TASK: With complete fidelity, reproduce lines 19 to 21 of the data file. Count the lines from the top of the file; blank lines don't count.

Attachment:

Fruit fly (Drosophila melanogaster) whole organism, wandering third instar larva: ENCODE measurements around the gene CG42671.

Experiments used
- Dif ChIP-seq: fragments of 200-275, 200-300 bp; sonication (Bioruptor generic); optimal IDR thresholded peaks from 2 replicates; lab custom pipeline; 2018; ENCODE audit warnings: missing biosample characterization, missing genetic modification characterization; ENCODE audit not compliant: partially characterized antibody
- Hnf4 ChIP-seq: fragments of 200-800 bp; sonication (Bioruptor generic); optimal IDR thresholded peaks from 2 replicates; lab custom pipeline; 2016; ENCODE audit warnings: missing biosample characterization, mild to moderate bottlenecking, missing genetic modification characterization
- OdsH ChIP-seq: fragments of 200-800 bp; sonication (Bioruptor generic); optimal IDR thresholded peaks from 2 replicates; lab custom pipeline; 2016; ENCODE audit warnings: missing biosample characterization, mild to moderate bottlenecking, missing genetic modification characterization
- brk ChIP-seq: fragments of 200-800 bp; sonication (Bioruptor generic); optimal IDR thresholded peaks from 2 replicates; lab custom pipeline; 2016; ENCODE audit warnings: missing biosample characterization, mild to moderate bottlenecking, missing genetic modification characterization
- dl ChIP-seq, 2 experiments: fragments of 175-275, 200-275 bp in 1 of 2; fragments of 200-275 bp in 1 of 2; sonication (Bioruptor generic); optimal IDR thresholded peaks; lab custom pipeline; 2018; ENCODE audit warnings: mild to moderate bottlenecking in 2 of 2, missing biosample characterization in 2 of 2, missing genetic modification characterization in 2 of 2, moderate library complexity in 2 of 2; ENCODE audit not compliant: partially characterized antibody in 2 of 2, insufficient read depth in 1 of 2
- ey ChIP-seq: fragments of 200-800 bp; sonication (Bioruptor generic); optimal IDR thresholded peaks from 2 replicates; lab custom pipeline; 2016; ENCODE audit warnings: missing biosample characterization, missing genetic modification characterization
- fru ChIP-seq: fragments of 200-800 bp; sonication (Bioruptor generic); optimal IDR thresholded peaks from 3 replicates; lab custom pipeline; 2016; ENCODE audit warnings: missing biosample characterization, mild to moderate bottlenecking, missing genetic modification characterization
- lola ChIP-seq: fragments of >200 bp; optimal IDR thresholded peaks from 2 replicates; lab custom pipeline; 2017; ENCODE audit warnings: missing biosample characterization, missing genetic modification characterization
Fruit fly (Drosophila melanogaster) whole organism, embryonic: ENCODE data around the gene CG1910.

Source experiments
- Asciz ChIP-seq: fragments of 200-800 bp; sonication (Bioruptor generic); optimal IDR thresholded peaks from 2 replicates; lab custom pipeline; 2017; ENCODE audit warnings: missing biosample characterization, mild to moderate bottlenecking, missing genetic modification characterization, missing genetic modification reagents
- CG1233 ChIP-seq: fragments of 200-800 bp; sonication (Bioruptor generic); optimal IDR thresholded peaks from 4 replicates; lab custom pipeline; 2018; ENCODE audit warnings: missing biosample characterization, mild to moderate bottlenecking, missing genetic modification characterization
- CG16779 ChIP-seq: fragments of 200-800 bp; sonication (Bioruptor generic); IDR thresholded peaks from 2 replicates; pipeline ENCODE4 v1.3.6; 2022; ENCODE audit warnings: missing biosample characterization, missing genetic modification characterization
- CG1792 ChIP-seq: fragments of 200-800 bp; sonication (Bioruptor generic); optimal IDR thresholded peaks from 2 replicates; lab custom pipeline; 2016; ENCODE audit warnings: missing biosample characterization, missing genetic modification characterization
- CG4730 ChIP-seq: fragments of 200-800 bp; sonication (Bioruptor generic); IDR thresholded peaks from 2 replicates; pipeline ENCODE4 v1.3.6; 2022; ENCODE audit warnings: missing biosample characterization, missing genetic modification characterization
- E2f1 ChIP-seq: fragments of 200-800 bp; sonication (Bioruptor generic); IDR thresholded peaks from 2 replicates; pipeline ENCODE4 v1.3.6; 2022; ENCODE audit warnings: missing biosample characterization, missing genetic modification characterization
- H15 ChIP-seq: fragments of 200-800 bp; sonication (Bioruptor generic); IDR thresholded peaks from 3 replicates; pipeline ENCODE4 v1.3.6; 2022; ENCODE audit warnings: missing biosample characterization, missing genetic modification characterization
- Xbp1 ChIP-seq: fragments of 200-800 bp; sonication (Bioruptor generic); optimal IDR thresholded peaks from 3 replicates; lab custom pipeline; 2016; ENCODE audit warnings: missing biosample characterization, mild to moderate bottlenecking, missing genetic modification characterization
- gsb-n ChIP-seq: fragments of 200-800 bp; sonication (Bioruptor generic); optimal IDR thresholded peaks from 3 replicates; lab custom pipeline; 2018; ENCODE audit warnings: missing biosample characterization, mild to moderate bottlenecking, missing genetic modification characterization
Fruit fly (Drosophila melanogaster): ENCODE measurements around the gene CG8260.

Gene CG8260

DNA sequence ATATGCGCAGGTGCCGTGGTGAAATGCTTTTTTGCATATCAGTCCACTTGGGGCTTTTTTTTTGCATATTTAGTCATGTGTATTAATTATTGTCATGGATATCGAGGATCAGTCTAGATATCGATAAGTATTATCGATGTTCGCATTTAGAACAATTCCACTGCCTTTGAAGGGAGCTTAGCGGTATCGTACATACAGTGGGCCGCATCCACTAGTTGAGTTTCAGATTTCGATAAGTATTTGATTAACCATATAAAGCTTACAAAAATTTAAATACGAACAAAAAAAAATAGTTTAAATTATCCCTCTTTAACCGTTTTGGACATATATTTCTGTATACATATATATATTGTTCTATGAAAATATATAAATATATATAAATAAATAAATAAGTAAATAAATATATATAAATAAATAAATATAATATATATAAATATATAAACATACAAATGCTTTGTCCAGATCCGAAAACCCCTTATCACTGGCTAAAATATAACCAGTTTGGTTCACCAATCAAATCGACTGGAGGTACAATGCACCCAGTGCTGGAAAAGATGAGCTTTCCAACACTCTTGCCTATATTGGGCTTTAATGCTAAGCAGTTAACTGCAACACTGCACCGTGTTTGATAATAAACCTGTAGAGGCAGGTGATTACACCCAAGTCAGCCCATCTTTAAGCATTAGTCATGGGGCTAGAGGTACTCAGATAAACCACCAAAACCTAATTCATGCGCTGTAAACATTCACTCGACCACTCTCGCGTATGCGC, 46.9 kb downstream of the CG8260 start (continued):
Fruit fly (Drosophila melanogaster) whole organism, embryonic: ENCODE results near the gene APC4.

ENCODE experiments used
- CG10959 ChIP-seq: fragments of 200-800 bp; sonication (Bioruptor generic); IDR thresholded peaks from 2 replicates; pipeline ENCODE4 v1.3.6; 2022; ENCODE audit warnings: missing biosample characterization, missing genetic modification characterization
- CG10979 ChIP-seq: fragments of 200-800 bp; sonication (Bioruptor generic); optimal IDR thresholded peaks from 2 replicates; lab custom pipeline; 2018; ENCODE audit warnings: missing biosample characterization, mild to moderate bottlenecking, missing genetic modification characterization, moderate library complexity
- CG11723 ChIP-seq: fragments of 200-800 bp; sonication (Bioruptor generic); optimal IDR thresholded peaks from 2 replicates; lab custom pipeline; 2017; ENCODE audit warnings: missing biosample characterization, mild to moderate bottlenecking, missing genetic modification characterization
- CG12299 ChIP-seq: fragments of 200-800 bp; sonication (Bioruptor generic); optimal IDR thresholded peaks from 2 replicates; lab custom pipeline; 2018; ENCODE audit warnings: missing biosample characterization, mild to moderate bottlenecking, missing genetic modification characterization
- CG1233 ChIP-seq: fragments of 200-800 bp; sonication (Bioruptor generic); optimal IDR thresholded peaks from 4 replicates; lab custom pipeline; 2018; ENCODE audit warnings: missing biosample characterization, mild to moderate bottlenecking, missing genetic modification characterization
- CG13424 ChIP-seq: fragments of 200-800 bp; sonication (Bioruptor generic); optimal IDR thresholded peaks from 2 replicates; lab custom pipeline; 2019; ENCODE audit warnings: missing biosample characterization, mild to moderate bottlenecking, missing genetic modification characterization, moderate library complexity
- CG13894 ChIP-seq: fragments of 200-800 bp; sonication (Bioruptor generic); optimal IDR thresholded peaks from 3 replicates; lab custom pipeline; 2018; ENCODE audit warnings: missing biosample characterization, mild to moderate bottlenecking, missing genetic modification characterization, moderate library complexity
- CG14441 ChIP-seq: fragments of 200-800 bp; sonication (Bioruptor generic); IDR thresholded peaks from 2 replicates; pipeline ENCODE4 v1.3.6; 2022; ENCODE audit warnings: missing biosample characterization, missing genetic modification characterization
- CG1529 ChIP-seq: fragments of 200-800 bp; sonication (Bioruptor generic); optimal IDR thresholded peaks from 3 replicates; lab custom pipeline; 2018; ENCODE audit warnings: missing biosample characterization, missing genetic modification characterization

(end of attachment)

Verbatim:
- H15 ChIP-seq: fragments of 200-800 bp; sonication (Bioruptor generic); IDR thresholded peaks from 3 replicates; pipeline ENCODE4 v1.3.6; 2022; ENCODE audit warnings: missing biosample characterization, missing genetic modification characterization
- Xbp1 ChIP-seq: fragments of 200-800 bp; sonication (Bioruptor generic); optimal IDR thresholded peaks from 3 replicates; lab custom pipeline; 2016; ENCODE audit warnings: missing biosample characterization, mild to moderate bottlenecking, missing genetic modification characterization
- gsb-n ChIP-seq: fragments of 200-800 bp; sonication (Bioruptor generic); optimal IDR thresholded peaks from 3 replicates; lab custom pipeline; 2018; ENCODE audit warnings: missing biosample characterization, mild to moderate bottlenecking, missing genetic modification characterization